Cornell president's statement regarding charitable support

Cornell President Hunter Rawlings today issued the following statement in response to news reports that a prominent Cornell alumnus, Charles F. Feeney, and his family were the principals in the formation, in the early 1980s, of two significant international philanthropies, The Atlantic Foundation and The Atlantic Trust. The organizations will be the recipients of substantial proceeds arising from the recently announced sale of Duty Free Shoppers to LVMH Moet Hennessy Louis Vuitton. Feeney received his degree from the Cornell School of Hotel Administration in 1956.

"For more than a decade, Cornell has received major assistance from certain anonymous donors, two of whom we now understand to be these charities. The Atlantic Philanthropic Service Company, Inc. (APS), has provided management services to these organizations in their interactions with the university. The support of APS's clients has been a key factor in the university's continuing drive for excellence across many programs," said Rawlings. "Their long-term perspective has stimulated the creation of nationally recognized, innovative programs such as The Cornell Tradition and the internationally acclaimed Cornell International Institute for Food, Agriculture and Development (CIIFAD)."

The Cornell Tradition is a contemporary expression of the vision of Ezra Cornell, the university's founder. The program recognizes and rewards 600 outstanding undergraduates who demonstrate significant work experience, campus and/or community service, and academic achievement by providing up to $2,500 annually in loan reductions. The Cornell Tradition was established with an initial gift by APS's clients and is now being endowed through gifts from alumni and friends. Since its inception in 1982, more than $14 million in student loans have been replaced with Tradition Fellowships.

CIIFAD, which is based in the College of Agriculture and Life Sciences, was established to mobilize, coordinate, strengthen and apply the knowledge and human resources from across the whole university, from all disciplines, departments and colleges as well as colleagues at other institutions in the U.S. and overseas, to solving problems of sustainable agricultural and rural development in Third World countries. CIIFAD is based on the belief that sustainable development, over the long run, enhances environmental quality and the resource base on which agriculture and other productive activities depend.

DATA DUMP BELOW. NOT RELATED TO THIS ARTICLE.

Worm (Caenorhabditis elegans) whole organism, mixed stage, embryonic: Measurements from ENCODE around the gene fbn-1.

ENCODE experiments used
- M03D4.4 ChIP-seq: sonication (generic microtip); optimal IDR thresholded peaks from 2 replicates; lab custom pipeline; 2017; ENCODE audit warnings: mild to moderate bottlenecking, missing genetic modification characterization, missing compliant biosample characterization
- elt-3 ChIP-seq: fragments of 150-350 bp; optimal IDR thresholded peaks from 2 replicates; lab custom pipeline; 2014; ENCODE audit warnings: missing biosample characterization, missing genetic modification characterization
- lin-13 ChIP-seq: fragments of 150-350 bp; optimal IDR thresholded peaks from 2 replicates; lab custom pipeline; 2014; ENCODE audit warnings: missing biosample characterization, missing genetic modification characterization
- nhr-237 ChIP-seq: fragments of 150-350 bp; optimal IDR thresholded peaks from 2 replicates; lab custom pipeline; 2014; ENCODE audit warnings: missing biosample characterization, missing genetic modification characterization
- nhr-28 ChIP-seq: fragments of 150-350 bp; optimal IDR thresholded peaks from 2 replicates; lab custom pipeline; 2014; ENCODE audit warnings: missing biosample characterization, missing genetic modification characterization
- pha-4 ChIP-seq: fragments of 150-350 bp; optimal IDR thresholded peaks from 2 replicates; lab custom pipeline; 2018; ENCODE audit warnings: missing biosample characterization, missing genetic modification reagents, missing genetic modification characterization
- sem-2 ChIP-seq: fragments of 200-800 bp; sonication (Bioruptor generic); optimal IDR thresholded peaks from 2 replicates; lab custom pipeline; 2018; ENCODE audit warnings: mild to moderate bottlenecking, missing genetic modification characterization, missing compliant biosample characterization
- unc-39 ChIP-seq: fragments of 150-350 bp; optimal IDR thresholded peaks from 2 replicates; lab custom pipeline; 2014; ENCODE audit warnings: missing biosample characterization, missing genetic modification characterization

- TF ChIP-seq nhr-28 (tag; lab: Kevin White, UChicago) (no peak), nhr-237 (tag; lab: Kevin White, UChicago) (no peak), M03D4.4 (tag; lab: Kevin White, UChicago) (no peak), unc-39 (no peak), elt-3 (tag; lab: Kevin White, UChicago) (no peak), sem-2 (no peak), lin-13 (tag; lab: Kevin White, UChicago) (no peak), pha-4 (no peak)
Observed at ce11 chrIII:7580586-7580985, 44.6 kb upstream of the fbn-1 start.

"As importantly, the support provided by these charities has also provided major momentum for the university's recently completed capital campaign, through three innovative challenge programs that encouraged alumni giving to endowment," Rawlings continued. These gifts total more than $50 million.

Inge T. Reichenbach, vice president for alumni affairs and development, added: "These generous gifts were made anonymously, and Cornell has respected the desire of the donors for confidentiality. However, in light of the considerable attention that the Duty Free Shoppers transaction has generated, The Atlantic Foundation and The Atlantic Trust, through APS, have authorized this limited release of information on their giving to Cornell."

Rawlings concluded, "The entire Cornell community is grateful for the strong support that these philanthropic organizations have provided to Cornell over these many years. Their help has been both substantial and well-targeted. We look forward to continuing to work with them in the years to come, and we will continue to respect their desire for confidentiality."

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